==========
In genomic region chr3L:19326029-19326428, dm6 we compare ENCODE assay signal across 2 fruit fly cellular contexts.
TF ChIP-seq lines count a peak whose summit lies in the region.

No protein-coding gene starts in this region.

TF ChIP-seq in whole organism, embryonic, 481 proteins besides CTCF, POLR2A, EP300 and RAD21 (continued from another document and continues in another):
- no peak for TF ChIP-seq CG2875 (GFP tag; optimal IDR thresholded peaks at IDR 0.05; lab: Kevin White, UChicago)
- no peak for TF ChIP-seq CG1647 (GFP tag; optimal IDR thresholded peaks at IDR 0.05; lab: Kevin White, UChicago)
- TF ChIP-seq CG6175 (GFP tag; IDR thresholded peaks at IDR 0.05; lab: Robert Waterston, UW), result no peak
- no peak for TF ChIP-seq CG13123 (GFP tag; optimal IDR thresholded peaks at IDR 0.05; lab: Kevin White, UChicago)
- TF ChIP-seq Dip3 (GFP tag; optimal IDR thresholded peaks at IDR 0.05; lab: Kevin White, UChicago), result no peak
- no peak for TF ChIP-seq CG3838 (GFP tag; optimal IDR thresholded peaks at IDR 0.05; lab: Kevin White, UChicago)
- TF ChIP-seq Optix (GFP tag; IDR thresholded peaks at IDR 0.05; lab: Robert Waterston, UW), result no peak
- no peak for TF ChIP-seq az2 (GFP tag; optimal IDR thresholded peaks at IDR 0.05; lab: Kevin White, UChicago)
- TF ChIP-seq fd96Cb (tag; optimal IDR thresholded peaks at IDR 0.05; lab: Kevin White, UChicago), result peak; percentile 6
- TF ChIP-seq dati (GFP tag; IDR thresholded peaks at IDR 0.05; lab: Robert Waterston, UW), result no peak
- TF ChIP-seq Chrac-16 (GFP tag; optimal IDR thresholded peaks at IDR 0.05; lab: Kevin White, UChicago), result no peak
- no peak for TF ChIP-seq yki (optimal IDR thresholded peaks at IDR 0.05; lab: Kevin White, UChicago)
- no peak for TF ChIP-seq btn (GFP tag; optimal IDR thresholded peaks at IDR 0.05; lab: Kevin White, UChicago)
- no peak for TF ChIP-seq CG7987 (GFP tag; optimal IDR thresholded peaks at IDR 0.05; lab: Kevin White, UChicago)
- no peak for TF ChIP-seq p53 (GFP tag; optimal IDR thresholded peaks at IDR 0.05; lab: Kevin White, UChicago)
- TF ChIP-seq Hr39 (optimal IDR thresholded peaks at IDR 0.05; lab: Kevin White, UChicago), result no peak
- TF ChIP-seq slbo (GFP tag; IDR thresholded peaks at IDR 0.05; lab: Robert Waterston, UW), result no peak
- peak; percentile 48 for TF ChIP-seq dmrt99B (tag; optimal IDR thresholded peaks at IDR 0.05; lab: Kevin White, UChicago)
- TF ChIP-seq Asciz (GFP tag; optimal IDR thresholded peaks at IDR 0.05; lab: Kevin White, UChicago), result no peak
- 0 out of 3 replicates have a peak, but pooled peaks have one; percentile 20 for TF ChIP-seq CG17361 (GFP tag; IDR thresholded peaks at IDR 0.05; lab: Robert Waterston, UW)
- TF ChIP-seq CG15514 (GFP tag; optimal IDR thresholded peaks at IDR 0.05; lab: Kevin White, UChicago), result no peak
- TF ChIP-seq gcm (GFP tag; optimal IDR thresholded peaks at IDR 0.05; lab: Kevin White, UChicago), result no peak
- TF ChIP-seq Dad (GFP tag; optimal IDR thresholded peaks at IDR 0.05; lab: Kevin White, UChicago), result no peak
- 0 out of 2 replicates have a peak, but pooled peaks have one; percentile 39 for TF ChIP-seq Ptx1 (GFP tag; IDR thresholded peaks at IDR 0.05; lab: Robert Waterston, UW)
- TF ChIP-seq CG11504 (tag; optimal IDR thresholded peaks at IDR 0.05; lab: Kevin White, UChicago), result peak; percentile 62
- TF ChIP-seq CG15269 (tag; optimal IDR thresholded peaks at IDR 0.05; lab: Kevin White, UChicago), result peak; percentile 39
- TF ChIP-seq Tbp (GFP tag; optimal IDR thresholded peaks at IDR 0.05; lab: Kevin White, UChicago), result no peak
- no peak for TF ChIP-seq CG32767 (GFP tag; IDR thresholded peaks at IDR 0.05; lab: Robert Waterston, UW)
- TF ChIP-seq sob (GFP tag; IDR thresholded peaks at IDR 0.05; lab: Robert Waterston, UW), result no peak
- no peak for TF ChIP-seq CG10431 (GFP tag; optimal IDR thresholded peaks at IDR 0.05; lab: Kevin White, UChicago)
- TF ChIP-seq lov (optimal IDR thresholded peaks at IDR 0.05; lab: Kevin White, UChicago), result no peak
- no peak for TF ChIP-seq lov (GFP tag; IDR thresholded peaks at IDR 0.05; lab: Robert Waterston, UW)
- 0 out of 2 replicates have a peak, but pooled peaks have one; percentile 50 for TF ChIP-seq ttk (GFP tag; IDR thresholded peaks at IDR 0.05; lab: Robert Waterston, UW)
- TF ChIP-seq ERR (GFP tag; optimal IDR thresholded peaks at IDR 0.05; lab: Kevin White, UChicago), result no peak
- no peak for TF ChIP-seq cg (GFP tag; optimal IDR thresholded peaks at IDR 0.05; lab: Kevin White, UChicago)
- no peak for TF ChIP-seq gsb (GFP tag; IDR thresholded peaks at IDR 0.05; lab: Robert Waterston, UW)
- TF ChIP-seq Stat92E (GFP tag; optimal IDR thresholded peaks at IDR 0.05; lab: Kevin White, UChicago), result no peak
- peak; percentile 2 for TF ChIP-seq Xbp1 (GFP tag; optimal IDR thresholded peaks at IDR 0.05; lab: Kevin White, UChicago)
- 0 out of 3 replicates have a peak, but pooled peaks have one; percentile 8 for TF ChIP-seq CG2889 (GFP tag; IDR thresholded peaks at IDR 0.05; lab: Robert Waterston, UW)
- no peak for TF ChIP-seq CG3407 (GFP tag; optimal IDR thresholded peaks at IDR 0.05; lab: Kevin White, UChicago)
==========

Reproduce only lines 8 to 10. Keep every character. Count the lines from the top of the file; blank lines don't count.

- no peak for TF ChIP-seq CG13123 (GFP tag; optimal IDR thresholded peaks at IDR 0.05; lab: Kevin White, UChicago)
- TF ChIP-seq Dip3 (GFP tag; optimal IDR thresholded peaks at IDR 0.05; lab: Kevin White, UChicago), result no peak
- no peak for TF ChIP-seq CG3838 (GFP tag; optimal IDR thresholded peaks at IDR 0.05; lab: Kevin White, UChicago)